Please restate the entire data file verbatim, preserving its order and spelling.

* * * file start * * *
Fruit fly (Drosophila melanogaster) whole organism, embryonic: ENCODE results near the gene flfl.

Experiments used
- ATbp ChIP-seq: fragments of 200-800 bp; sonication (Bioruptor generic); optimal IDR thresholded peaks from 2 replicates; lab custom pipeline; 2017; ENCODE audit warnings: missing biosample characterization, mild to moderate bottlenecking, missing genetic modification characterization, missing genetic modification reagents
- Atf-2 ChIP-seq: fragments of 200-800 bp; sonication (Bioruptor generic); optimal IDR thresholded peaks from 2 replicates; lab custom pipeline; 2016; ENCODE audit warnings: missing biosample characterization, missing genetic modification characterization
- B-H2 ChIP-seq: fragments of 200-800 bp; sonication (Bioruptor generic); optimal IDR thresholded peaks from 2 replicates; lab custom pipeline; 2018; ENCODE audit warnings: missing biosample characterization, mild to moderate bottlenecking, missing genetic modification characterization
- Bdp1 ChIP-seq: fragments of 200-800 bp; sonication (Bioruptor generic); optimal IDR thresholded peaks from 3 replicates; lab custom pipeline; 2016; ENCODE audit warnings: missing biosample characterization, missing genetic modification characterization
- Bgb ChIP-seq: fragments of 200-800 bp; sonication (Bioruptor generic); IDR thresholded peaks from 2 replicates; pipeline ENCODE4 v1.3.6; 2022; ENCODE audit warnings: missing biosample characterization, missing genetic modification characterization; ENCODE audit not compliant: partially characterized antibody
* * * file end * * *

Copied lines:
Fruit fly (Drosophila melanogaster) whole organism, embryonic: ENCODE results near the gene flfl.

Experiments used
- ATbp ChIP-seq: fragments of 200-800 bp; sonication (Bioruptor generic); optimal IDR thresholded peaks from 2 replicates; lab custom pipeline; 2017; ENCODE audit warnings: missing biosample characterization, mild to moderate bottlenecking, missing genetic modification characterization, missing genetic modification reagents
- Atf-2 ChIP-seq: fragments of 200-800 bp; sonication (Bioruptor generic); optimal IDR thresholded peaks from 2 replicates; lab custom pipeline; 2016; ENCODE audit warnings: missing biosample characterization, missing genetic modification characterization
- B-H2 ChIP-seq: fragments of 200-800 bp; sonication (Bioruptor generic); optimal IDR thresholded peaks from 2 replicates; lab custom pipeline; 2018; ENCODE audit warnings: missing biosample characterization, mild to moderate bottlenecking, missing genetic modification characterization
- Bdp1 ChIP-seq: fragments of 200-800 bp; sonication (Bioruptor generic); optimal IDR thresholded peaks from 3 replicates; lab custom pipeline; 2016; ENCODE audit warnings: missing biosample characterization, missing genetic modification characterization
- Bgb ChIP-seq: fragments of 200-800 bp; sonication (Bioruptor generic); IDR thresholded peaks from 2 replicates; pipeline ENCODE4 v1.3.6; 2022; ENCODE audit warnings: missing biosample characterization, missing genetic modification characterization; ENCODE audit not compliant: partially characterized antibody